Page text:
Title: Something Akin to Atonement

Author: Girl Who Writes

Feedback: If you feel so moved.

Characters: Haruka, Michiru, Usagi

Word Count: 3490

Rating: PG

Genre: Drama

Summary: There would be no redemption. Not for her. Haruka feels trapped after the events of Sailor Stars. Post Episode 200. Haruka/Michiru. Haruka/Usagi.

Author's Notes: This was written for LJ's Sailor Moon Fanswap, but the intended recipient dropped out of the swap, sadly - especially since I really struggled to write something they'd like! Never mind :) I didn't intend for this to turn out quite so angsty. It just evolved to this, and it became a challenge to me as a writer and I'm quite pleased with the result. I really hope you enjoy it.

Continuity: This takes place straight after the final episode – roughly 24 to 48 hours afterwards, but before the Starlights have left. I can justify why I feel that they didn't leave instantly, but I won't.

Disclaimer: The characters of Sailor Moon belong to Toei, Bandai and Naoko Takeuchi. I make no profit from this fan-based venture.


Why did she spend her life fighting so hard? Why, when the fight had proven so futile – nothing more than grief and hurt; her own stubborn ignorance exposed time and time again, only to be forgiven and forgotten. Had she learnt nothing?

But now... how could she have known any of this? How could something that she could never have imagined have become second nature, something that was always under her skin and fueling everything about her... was she Uranus or was Uranus herself? What had she lost being this person, wielding this power?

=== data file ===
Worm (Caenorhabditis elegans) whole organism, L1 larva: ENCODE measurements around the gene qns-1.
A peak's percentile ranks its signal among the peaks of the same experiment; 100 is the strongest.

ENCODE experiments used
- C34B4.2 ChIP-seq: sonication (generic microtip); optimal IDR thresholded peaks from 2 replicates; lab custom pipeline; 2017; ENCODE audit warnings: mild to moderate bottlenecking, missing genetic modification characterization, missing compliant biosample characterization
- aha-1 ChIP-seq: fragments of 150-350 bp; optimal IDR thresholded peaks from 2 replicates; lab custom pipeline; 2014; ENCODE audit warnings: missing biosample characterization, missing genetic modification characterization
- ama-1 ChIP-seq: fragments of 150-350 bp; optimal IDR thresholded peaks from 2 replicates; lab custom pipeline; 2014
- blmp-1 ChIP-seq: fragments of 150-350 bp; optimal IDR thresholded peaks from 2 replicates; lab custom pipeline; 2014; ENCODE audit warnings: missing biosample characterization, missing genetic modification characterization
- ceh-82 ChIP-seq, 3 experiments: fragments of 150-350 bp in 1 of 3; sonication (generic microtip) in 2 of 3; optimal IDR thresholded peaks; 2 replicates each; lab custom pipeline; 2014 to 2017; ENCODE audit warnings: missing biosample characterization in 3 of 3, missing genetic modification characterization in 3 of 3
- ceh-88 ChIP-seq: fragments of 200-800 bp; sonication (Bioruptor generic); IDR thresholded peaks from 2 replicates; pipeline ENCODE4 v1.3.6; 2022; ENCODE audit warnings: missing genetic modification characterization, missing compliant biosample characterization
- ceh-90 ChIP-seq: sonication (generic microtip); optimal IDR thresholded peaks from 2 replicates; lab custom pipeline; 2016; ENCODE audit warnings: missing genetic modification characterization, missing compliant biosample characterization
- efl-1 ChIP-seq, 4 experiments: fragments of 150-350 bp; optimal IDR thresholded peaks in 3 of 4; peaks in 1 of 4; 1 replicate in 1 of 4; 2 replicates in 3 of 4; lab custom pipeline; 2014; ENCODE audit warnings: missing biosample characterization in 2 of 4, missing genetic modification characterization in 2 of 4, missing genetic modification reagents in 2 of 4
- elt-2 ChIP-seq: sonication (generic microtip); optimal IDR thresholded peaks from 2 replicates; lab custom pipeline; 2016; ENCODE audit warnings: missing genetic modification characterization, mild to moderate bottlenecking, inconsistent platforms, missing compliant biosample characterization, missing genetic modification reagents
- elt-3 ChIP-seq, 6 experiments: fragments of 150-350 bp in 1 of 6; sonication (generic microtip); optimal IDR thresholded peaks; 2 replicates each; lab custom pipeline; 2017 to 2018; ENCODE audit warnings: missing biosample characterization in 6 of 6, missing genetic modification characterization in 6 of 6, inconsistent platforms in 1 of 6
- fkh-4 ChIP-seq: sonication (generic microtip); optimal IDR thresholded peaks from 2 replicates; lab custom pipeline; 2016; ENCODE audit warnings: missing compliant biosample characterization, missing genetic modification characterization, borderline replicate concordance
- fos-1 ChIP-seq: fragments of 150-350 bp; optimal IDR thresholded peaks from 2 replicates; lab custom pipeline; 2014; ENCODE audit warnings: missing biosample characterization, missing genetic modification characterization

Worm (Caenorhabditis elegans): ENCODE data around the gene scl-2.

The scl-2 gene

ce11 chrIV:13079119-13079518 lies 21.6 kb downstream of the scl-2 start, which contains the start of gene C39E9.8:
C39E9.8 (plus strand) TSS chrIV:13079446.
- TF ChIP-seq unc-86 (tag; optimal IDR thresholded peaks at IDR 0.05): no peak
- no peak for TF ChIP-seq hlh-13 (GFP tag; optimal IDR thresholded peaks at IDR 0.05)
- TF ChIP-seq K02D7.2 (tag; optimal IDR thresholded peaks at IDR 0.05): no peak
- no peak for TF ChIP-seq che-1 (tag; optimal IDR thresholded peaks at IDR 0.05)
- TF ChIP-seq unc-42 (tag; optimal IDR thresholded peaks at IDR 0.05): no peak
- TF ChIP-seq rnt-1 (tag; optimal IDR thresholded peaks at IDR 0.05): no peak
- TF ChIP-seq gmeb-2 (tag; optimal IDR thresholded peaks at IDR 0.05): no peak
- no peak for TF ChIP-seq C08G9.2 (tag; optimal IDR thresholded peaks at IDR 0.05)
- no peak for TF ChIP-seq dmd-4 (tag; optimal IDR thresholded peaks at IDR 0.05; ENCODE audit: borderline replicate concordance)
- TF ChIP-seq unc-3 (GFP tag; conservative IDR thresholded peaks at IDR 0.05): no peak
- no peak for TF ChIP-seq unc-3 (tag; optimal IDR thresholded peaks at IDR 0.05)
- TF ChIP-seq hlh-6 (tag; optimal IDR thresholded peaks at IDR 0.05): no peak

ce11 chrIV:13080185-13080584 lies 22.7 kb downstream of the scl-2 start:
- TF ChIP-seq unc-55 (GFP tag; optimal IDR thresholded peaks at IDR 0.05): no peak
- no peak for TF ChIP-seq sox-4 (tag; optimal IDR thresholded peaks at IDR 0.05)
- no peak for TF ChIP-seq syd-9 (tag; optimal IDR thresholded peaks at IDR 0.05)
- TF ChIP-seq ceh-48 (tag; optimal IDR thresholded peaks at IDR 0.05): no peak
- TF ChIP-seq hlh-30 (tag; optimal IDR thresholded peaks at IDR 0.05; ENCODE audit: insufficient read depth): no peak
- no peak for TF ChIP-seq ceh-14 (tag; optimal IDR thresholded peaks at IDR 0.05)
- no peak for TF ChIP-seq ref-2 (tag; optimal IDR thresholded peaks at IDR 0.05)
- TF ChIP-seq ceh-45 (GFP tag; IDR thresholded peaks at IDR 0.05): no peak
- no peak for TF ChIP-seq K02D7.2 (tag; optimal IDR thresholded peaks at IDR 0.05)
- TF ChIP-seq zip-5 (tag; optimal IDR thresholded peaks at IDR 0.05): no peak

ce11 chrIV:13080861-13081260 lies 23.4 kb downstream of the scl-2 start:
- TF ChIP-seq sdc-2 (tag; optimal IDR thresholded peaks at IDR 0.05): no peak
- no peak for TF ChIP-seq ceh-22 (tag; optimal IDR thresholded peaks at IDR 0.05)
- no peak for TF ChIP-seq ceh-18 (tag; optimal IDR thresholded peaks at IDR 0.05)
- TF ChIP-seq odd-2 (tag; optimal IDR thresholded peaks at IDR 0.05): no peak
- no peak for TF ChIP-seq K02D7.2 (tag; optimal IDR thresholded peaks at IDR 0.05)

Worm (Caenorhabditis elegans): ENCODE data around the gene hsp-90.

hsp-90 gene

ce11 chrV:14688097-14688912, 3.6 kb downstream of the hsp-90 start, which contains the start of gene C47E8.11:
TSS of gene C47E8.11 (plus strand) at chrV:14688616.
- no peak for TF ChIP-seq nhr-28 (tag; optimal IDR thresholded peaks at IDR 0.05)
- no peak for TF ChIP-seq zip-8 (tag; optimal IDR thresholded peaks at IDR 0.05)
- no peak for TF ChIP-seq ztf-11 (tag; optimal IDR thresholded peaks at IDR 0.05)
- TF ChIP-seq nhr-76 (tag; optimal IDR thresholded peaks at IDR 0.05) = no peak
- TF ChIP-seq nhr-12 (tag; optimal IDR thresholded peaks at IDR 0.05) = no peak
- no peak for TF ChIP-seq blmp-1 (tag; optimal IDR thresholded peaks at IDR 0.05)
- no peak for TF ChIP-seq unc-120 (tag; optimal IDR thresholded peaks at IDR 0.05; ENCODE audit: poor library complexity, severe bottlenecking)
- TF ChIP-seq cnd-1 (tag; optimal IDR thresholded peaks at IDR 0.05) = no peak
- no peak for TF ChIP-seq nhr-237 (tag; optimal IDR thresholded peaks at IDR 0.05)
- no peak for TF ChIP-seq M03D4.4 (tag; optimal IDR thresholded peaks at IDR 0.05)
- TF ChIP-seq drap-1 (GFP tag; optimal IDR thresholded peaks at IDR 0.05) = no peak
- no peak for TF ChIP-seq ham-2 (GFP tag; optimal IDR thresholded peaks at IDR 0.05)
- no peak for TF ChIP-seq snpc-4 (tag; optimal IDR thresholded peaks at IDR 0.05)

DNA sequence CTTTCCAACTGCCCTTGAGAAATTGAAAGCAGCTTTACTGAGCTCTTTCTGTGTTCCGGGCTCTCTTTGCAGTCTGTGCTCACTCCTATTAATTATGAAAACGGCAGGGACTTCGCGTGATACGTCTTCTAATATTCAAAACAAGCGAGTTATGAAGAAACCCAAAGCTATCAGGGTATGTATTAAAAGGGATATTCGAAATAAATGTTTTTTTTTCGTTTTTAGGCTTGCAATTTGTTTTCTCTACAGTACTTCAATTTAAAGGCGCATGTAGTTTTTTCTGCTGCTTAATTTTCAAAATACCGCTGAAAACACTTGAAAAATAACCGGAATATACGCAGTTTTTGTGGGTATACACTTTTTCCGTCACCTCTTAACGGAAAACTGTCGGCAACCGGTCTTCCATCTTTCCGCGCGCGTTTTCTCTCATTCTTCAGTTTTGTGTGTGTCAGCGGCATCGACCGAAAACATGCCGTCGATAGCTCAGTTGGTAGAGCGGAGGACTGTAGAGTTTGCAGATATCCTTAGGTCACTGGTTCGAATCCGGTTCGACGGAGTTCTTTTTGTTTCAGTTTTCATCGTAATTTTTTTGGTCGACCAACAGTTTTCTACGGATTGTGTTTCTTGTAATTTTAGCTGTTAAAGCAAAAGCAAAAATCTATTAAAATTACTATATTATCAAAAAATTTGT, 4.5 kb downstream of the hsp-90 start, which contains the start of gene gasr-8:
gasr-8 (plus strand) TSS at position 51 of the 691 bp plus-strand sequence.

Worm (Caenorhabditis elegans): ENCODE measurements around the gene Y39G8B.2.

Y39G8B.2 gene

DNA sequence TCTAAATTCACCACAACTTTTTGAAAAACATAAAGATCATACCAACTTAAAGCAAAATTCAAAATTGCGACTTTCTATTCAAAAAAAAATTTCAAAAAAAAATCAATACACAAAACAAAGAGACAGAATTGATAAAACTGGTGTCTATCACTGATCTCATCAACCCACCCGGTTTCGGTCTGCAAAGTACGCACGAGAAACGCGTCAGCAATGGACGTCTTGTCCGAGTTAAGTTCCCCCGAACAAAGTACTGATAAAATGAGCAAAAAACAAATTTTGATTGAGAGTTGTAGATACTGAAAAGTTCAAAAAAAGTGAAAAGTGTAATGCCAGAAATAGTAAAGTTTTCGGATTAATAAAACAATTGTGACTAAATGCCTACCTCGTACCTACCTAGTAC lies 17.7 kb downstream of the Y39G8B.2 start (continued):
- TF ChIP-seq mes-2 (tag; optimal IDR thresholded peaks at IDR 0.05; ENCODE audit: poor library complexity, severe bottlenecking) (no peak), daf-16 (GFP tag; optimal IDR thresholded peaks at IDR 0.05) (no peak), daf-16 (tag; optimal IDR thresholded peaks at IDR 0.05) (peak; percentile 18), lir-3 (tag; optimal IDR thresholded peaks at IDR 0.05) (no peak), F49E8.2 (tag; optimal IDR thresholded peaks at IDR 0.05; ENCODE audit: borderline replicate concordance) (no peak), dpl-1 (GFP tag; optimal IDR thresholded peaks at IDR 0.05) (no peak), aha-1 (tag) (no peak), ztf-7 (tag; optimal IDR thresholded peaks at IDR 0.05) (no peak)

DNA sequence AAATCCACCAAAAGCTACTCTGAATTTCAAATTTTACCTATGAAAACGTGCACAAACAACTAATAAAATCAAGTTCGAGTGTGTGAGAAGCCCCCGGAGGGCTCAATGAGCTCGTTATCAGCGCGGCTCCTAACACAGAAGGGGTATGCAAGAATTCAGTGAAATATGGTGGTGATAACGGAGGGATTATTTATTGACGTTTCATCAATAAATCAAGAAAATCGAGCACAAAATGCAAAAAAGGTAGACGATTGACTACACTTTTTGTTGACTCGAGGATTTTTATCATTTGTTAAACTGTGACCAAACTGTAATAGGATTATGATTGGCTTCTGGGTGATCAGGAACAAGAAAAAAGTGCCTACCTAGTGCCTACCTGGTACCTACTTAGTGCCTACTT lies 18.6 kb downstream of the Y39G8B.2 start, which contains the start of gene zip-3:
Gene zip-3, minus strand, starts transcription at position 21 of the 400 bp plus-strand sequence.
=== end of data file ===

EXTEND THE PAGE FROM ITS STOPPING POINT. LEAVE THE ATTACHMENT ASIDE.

Was fighting against everything the last part of whom ever she had been before, whom she might have been in a different world?

It was too late now. The Messiahs both lived, the Talismans were shattered and useless, and the Solar System had been invaded so many times.

Had anything she'd done been worth anything? Was this Haruka's fault or Uranus' failure?

Did it even matter?

The heavy weight of the bracelets had gone now – chains she had taken upon herself and then used to cut down her family, to break her Princess's heart and cheapened herself and Michiru, the Guardian Senshi and their sacrifice, their entire mission in the eyes of the invaders.

In her own eyes.

And now there would be no redemption. Not for her.


She couldn't sleep.

She didn't understand how Michiru could.

She sat up, one long leg tucked under her and stared out, through the gap in the curtain, at the shining white moon and ran her hands through her hair. She doesn't want to recall any of it – her waking mind is stalked with images of a city destroyed, of cold bodies draped limply over streets and in gutters. Of wrong decisions and stupid mistakes, and Usagi's call to them, how lonely she was.

She shouldn't have been alone.

Michiru slept.

She stayed awake, and watched the moon.


She could feel the wind rushing past her on either side and wished, for just a moment, that she had the guts to ride, really let go, on her motorcycle without her helmet, the consequences be damned. At this speed, would she even know when she crashed, when she hit the concrete and there was nothing between the exquisite euphoria and nothing. Again.

That sounded pretty good right now.

But something stopped her every time.